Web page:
Researchers solve mysteries of ancient spiral toothed ‘shark’

27 February 2013

Researchers have solved part of the mystery surrounding large spiral fossils of a fish’s teeth, it is revealed in Biology Letters today.

Scientists at Idaho State University used CT scans of newly discovered specimens to make three dimensional virtual reconstructions of the jaws of the ancient fish Helicoprion.

The fossils of this 270-million-year-old fish have long mystified scientists due in most part to the remains of the fish being its teeth. This is because its skeleton system was made of cartilage, which doesn’t preserve well. No one could determine how these teeth – that look similar to a spiral saw blade – fit into a prehistoric fish with a poor fossil record, long assumed to be a species of a shark.

“New CT scans of a unique specimen from Idaho show the spiral of teeth within the jaws of the animal, giving new information on what the animal looked like, how it ate,” said Leif Tapanila, principal investigator of the study.

“We were able to answer where the set of teeth fit in the animal,” Tapanila said. “They fit in the back of the mouth, right next to the back joint of the jaw. We were able to refute that it might have been located at the front of the jaw.”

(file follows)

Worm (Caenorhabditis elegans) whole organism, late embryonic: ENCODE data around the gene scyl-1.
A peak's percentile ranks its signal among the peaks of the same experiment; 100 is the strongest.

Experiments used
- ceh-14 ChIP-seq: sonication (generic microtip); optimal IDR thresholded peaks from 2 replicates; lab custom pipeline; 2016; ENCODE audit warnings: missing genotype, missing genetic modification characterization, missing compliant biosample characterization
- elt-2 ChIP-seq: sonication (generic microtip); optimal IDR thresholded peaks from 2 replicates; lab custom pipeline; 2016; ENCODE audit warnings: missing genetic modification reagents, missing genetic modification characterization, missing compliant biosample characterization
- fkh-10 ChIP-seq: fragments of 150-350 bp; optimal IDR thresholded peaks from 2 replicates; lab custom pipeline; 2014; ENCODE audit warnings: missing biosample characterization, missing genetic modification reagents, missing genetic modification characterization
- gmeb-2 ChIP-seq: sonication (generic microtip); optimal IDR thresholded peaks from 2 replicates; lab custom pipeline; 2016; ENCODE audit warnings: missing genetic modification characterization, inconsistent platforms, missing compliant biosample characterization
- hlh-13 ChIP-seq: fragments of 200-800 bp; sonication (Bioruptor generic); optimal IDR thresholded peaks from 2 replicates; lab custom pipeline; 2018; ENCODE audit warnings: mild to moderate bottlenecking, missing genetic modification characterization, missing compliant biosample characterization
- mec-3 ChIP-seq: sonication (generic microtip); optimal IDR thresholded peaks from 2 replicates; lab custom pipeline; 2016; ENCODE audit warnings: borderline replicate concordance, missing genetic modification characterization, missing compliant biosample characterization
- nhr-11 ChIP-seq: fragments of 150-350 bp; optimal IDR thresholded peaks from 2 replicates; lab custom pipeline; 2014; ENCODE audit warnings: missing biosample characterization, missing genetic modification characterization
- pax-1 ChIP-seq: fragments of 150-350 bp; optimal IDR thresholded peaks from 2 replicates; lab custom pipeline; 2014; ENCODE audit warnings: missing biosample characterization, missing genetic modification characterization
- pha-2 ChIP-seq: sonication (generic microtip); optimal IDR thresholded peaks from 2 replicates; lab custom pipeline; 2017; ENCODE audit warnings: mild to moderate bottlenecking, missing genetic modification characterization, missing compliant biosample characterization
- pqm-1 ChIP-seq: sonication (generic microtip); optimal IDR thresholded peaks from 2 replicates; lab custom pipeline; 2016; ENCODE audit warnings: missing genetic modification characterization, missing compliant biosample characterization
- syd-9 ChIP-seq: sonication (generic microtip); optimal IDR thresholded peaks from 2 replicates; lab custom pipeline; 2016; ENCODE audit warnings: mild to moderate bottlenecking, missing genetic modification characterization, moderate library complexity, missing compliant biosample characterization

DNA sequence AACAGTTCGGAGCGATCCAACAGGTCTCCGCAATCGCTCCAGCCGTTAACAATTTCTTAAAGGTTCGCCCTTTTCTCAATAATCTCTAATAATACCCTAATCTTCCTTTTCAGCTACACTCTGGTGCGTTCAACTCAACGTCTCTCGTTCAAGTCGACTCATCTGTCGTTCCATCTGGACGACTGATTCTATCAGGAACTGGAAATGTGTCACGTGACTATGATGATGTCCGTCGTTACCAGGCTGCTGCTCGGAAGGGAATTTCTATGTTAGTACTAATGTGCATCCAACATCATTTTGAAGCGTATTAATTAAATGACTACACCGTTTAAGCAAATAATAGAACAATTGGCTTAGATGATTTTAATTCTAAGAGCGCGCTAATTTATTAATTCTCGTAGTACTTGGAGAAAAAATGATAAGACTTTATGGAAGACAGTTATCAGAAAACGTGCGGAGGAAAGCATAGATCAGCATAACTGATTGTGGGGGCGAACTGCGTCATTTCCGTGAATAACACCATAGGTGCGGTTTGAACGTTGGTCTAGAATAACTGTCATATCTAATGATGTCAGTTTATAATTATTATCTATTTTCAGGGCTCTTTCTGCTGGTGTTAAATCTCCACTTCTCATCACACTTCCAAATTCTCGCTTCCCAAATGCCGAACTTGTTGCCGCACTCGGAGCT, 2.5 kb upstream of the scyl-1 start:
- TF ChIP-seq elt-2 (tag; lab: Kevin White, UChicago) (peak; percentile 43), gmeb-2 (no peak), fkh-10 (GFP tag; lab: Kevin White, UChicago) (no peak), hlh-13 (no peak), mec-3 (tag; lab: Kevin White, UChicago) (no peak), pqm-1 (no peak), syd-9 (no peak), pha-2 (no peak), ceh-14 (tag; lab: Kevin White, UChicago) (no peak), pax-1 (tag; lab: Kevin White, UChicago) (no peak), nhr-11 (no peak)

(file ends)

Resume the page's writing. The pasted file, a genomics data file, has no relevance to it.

Located in the back of the jaw, the teeth were “saw-like,” with the jaw creating a rolling-back and slicing mechanism. The Helicoprion also likely ate soft-tissued prey such as squid, rather that hunting creatures with hard shells.

Another major find was that this famous fish, presumed to be a shark, is more closely related to ratfish; “The main thing it has in common with sharks is the structure of its teeth, everything else is Holocephalan (like a ratfish)”, Tapanila.

Based on the three dimensional virtual reconstruction of the Helicoprian’s jaw, Idaho Museum of Natural History is creating a full-bodied reconstruction of a modest-sized, 13-foot long Helicoprion. Larger specimens are thought to have grown as long as 25 feet.